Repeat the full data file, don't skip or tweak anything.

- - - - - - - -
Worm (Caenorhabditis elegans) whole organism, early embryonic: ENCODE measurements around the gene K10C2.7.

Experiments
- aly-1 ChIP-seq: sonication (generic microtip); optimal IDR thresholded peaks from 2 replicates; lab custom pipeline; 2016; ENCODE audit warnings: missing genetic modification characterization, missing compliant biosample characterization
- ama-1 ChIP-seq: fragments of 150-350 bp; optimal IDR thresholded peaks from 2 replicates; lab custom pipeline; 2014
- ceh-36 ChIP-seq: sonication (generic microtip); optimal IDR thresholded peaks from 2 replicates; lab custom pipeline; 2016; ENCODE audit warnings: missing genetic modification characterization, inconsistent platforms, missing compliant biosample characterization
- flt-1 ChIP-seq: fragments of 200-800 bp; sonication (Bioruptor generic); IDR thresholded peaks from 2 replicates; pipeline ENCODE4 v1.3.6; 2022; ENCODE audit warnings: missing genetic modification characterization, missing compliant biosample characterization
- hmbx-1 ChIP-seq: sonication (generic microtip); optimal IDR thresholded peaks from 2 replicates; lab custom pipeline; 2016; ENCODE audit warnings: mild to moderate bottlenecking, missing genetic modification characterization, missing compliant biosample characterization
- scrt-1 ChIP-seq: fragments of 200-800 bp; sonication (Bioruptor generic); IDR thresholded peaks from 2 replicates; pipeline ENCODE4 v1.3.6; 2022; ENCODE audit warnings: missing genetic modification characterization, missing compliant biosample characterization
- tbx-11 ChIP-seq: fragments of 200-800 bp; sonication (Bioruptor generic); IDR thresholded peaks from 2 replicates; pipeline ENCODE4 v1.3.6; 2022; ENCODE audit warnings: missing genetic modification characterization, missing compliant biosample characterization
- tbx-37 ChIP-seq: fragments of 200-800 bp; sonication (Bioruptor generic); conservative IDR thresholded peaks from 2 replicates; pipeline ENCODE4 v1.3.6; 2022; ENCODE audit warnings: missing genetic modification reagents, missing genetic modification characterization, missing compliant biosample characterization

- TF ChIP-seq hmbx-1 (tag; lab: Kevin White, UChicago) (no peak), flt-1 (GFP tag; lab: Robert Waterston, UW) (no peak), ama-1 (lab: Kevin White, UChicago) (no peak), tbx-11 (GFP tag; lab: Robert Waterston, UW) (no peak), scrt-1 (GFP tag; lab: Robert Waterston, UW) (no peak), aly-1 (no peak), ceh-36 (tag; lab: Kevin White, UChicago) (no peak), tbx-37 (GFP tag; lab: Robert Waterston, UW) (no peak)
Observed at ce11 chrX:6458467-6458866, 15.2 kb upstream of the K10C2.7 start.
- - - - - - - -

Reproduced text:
Worm (Caenorhabditis elegans) whole organism, early embryonic: ENCODE measurements around the gene K10C2.7.

Experiments
- aly-1 ChIP-seq: sonication (generic microtip); optimal IDR thresholded peaks from 2 replicates; lab custom pipeline; 2016; ENCODE audit warnings: missing genetic modification characterization, missing compliant biosample characterization
- ama-1 ChIP-seq: fragments of 150-350 bp; optimal IDR thresholded peaks from 2 replicates; lab custom pipeline; 2014
- ceh-36 ChIP-seq: sonication (generic microtip); optimal IDR thresholded peaks from 2 replicates; lab custom pipeline; 2016; ENCODE audit warnings: missing genetic modification characterization, inconsistent platforms, missing compliant biosample characterization
- flt-1 ChIP-seq: fragments of 200-800 bp; sonication (Bioruptor generic); IDR thresholded peaks from 2 replicates; pipeline ENCODE4 v1.3.6; 2022; ENCODE audit warnings: missing genetic modification characterization, missing compliant biosample characterization
- hmbx-1 ChIP-seq: sonication (generic microtip); optimal IDR thresholded peaks from 2 replicates; lab custom pipeline; 2016; ENCODE audit warnings: mild to moderate bottlenecking, missing genetic modification characterization, missing compliant biosample characterization
- scrt-1 ChIP-seq: fragments of 200-800 bp; sonication (Bioruptor generic); IDR thresholded peaks from 2 replicates; pipeline ENCODE4 v1.3.6; 2022; ENCODE audit warnings: missing genetic modification characterization, missing compliant biosample characterization
- tbx-11 ChIP-seq: fragments of 200-800 bp; sonication (Bioruptor generic); IDR thresholded peaks from 2 replicates; pipeline ENCODE4 v1.3.6; 2022; ENCODE audit warnings: missing genetic modification characterization, missing compliant biosample characterization
- tbx-37 ChIP-seq: fragments of 200-800 bp; sonication (Bioruptor generic); conservative IDR thresholded peaks from 2 replicates; pipeline ENCODE4 v1.3.6; 2022; ENCODE audit warnings: missing genetic modification reagents, missing genetic modification characterization, missing compliant biosample characterization

- TF ChIP-seq hmbx-1 (tag; lab: Kevin White, UChicago) (no peak), flt-1 (GFP tag; lab: Robert Waterston, UW) (no peak), ama-1 (lab: Kevin White, UChicago) (no peak), tbx-11 (GFP tag; lab: Robert Waterston, UW) (no peak), scrt-1 (GFP tag; lab: Robert Waterston, UW) (no peak), aly-1 (no peak), ceh-36 (tag; lab: Kevin White, UChicago) (no peak), tbx-37 (GFP tag; lab: Robert Waterston, UW) (no peak)
Observed at ce11 chrX:6458467-6458866, 15.2 kb upstream of the K10C2.7 start.